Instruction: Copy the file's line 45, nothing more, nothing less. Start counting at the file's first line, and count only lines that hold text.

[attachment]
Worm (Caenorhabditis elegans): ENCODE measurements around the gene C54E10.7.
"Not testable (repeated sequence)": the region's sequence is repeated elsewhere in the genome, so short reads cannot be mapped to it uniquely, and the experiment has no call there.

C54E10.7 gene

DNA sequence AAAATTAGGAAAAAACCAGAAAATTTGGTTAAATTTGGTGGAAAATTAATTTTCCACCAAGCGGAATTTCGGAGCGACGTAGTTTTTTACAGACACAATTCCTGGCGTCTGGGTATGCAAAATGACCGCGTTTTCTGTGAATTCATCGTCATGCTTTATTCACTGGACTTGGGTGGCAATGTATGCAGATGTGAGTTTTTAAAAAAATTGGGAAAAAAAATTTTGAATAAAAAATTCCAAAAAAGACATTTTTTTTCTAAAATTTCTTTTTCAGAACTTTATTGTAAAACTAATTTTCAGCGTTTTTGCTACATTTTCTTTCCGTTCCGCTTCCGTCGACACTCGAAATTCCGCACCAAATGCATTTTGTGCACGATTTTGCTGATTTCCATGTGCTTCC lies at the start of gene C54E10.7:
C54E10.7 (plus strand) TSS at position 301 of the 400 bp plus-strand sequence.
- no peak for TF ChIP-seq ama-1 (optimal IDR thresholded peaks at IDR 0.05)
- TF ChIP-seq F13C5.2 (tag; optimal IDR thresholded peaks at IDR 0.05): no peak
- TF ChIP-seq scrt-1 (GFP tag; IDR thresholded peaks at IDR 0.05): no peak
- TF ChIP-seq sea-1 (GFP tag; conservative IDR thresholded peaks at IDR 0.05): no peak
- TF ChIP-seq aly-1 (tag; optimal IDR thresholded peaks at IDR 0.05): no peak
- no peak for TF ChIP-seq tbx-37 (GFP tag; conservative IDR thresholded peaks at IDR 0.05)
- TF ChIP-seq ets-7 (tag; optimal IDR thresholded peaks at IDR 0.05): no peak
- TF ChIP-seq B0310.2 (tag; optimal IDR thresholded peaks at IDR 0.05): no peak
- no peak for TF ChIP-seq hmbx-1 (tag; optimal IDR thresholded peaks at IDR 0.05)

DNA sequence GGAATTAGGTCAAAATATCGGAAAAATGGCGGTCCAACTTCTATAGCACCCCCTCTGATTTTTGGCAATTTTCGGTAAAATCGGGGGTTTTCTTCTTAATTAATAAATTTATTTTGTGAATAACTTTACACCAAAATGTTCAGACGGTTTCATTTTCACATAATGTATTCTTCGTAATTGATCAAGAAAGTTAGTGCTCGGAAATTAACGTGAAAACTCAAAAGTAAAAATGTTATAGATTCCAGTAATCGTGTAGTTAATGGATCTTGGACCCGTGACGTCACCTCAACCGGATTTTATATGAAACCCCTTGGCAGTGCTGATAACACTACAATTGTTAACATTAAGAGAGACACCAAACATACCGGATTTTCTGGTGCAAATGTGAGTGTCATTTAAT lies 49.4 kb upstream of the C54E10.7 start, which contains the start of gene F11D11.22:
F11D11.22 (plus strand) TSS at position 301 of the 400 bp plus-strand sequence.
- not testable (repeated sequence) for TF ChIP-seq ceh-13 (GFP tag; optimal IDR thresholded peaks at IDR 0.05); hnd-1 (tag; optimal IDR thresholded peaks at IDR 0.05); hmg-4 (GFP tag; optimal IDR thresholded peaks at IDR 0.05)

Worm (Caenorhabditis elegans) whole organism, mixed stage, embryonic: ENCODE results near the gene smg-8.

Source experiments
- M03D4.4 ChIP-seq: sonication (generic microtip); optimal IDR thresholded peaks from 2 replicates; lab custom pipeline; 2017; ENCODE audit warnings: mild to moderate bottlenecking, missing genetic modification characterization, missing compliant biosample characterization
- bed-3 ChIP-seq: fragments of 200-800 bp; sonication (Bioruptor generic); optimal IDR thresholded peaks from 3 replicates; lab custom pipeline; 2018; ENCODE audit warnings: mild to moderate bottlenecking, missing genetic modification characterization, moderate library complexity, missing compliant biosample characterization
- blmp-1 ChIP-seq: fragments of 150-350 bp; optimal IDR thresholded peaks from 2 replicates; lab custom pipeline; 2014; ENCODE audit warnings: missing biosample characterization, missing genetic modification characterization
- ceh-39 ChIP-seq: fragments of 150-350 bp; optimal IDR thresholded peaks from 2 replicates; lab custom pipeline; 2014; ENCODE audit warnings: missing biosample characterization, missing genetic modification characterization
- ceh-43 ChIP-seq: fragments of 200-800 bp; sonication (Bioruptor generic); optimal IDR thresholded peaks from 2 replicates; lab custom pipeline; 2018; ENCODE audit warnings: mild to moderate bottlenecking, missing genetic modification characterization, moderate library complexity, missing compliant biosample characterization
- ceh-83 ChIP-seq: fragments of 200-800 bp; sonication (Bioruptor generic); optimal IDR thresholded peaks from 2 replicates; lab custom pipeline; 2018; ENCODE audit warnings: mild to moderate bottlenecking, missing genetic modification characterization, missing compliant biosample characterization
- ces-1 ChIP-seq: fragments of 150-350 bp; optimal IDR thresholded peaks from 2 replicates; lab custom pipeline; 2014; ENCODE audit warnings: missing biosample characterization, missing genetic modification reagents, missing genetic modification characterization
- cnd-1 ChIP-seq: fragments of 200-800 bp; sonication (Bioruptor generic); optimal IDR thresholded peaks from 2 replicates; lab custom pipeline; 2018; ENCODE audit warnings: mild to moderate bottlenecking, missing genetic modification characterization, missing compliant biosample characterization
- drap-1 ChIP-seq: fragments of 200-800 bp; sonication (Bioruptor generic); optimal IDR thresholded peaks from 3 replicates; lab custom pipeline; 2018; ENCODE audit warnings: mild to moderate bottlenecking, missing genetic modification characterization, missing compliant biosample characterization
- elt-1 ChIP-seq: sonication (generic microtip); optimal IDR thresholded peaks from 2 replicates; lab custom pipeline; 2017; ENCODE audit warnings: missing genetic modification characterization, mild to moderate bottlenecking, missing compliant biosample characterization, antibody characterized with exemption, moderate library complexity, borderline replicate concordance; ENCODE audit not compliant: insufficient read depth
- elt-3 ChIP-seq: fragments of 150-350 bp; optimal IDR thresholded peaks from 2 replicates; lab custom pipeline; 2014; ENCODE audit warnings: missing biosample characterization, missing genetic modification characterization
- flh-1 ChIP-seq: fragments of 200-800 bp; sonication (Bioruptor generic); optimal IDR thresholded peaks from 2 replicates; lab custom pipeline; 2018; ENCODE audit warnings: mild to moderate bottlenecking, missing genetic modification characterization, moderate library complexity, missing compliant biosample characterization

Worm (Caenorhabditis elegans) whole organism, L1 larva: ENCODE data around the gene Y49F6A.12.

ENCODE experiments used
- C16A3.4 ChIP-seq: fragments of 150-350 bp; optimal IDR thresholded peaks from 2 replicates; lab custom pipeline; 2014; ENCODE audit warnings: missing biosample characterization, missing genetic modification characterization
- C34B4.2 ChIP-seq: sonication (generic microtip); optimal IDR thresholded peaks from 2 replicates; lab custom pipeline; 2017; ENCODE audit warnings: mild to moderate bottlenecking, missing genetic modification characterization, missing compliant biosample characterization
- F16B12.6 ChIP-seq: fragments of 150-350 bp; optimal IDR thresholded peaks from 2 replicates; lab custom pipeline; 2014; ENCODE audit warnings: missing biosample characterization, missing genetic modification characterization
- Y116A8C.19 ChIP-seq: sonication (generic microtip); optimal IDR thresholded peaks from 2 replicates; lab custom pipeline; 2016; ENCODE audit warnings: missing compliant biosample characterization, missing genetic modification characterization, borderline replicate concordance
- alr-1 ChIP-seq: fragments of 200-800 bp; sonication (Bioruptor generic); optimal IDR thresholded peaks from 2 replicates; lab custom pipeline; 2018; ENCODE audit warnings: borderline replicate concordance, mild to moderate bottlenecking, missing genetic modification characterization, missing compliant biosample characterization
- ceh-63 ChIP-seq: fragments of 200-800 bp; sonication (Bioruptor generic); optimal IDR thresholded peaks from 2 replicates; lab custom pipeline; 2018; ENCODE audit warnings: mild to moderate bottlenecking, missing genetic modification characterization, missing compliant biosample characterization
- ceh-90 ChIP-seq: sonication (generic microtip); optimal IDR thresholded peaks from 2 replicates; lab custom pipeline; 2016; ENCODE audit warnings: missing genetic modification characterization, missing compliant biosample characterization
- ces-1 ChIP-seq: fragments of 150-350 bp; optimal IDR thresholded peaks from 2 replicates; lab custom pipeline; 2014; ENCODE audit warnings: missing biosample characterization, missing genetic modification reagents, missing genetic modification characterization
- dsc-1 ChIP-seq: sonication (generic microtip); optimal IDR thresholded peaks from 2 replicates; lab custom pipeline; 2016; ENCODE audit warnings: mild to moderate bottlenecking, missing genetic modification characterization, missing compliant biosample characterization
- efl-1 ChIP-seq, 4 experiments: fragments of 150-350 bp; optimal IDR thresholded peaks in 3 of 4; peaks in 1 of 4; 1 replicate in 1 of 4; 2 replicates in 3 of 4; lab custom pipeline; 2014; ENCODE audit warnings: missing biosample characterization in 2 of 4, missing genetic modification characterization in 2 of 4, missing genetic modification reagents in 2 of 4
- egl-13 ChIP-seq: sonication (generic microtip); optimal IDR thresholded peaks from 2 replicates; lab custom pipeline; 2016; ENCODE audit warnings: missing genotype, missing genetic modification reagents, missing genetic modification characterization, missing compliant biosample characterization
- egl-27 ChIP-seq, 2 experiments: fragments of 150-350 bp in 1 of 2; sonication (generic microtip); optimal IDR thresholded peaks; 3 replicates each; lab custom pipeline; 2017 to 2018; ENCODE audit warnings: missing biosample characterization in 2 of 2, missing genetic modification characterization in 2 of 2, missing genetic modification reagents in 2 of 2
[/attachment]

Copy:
- egl-27 ChIP-seq, 2 experiments: fragments of 150-350 bp in 1 of 2; sonication (generic microtip); optimal IDR thresholded peaks; 3 replicates each; lab custom pipeline; 2017 to 2018; ENCODE audit warnings: missing biosample characterization in 2 of 2, missing genetic modification characterization in 2 of 2, missing genetic modification reagents in 2 of 2